Feds propose Medicare advantage payment cuts, could have election impact

Published on February 24, 2014 at 7:58 AM · No Comments

Medicare Advantage is the managed care program, run by private insurance companies, for seniors and disabled people.

Politico: Major Spending Cut Proposed For Medicare Advantage
An annual notice released Friday after the markets closed would reduce Medicare Advantage spending by 3.55 percent. The figure is based on trends in health care spending, which has grown at a historically low pace in recent years. The annual rate adjustment -; which is only one of the payment changes -; is calculated through a complicated set of formulas, and analysts were still sorting out the 148-page proposal that CMS released late in the afternoon to assess the total impact on the increasingly popular program for seniors (Norman, 2/21)

Kaiser Health News: Obama Administration Proposes 1.9% Cut In Medicare Advantage Payments
According to a new analysis from consulting firm Avalere Health, enrollment in Medicare Advantage plans rose in 2014 by 8.9 percent to 15.9 million enrollees, up from 14.6 million in 2013. Approximately 30 percent of Medicare beneficiaries are enrolled in the plans, which are offered by private insurance companies. ... Last year, Medicare officials initially proposed reducing Medicare Advantage payments by 2.2 percent, but after another strong industry lobbying campaign, the administration switched gears and raised the rate by 3.3 percent (Carey, 2/21). 

The Associated Press: Medicare Advantage Plans May Face Cuts
Administration officials say the plans don't need to be paid as much to turn a profit, because the growth of health care spending has slowed dramatically. They see the cuts as a dividend for taxpayers. ... The plans have become a key source of revenue growth for insurers who sell and administer the subsidized coverage. They offer basic Medicare coverage topped with extras like vision or dental coverage or premiums lower than standard Medicare rates. There are hundreds of different plans around the country, each with its own set of variables like different deductibles, premiums and co-insurance (Alonso-Zaldivar, 2/22).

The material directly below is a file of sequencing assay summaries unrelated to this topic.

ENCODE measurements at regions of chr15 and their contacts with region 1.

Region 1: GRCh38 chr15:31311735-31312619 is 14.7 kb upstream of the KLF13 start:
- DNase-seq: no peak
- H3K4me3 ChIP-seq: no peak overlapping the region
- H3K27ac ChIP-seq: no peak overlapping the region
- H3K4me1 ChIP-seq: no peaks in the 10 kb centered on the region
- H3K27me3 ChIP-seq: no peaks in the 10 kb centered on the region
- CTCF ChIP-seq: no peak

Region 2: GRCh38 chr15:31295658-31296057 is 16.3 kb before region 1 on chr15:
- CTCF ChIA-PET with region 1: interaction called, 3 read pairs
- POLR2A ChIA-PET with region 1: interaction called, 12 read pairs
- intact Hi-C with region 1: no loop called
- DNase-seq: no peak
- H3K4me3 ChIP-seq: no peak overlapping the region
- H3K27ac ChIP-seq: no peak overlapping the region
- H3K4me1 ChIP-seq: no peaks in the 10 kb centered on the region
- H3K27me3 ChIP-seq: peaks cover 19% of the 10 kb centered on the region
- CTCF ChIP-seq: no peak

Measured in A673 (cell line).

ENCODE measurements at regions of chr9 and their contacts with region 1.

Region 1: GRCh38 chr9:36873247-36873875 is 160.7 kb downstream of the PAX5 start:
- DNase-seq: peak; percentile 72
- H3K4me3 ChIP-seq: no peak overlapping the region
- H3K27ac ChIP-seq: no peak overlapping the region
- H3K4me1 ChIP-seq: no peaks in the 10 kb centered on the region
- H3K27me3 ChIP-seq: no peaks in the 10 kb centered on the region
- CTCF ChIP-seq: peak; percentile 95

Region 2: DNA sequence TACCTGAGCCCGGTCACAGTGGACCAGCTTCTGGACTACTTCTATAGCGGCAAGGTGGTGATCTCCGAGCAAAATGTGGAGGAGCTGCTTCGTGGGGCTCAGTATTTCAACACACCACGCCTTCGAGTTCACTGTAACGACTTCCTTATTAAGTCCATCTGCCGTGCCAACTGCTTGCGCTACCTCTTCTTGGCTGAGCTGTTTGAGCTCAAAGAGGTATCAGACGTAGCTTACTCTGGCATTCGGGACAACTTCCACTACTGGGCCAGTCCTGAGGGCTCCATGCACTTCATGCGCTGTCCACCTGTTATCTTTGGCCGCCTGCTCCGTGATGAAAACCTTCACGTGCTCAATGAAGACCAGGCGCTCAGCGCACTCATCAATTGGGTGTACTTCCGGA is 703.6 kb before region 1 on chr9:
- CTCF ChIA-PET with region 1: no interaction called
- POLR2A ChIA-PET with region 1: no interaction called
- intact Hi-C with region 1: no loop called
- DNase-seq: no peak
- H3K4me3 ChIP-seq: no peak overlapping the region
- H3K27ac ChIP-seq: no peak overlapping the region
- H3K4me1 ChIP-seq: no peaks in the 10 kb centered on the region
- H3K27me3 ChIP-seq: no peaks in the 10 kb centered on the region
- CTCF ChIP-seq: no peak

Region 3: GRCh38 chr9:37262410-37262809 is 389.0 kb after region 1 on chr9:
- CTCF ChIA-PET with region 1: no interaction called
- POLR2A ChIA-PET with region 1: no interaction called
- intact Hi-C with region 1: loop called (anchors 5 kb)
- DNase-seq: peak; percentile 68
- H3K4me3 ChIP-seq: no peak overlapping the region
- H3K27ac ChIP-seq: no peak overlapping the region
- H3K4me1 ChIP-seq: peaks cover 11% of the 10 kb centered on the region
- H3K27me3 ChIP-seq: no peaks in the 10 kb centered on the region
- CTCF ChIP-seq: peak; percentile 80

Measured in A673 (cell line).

The New York  Times: U.S. Proposes Cuts to Rates in Medicare Payments
Karen M. Ignagni, the president of America's Health Insurance Plans, a trade group, said, "The proposed Medicare Advantage cuts would cause seniors in the program to lose benefits and choices" and could lead to higher premiums and out-of-pocket costs for beneficiaries -; arguments rejected by the administration. ... Before Congress passed the health care law, independent experts said the government was spending more for patients in the Medicare Advantage program than it was for similar patients enrolled in traditional Medicare. Mr. Obama said private insurers were "overcharging massively" for the care they provided to Medicare beneficiaries. ... Budget blueprints developed in recent years by House Republicans, including Representative Paul D. Ryan of Wisconsin, retained Medicare savings enacted as part of the health care law (Pear, 2/21).

Reuters: U.S. Government Seeks To Cut Medicare Payments To Insurers
Friday's notice of proposed rates opens a window for negotiations on the final ruling, due April 7. ... The proposed payment rates are a key factor in how insurance companies plan their business for the coming year, including in which markets they will offer health plans, what their medical and administrative costs will be and at what level to set premiums and doctor visit co-payments. ... The Centers for Medicare and Medicaid Services said in a statement that the proposed changes for 2015 are smaller than those implemented in 2014. ... It said it would change a part of its risk payment formula to account for the increasing proportion of baby boomers entering Medicare, who tend to have better health (Caroline Humer, 2/21). 

 


http://www.kaiserhealthnews.orgThis article was reprinted from kaiserhealthnews.org with permission from the Henry J. Kaiser Family Foundation. Kaiser Health News, an editorially independent news service, is a program of the Kaiser Family Foundation, a nonpartisan health care policy research organization unaffiliated with Kaiser Permanente.

 

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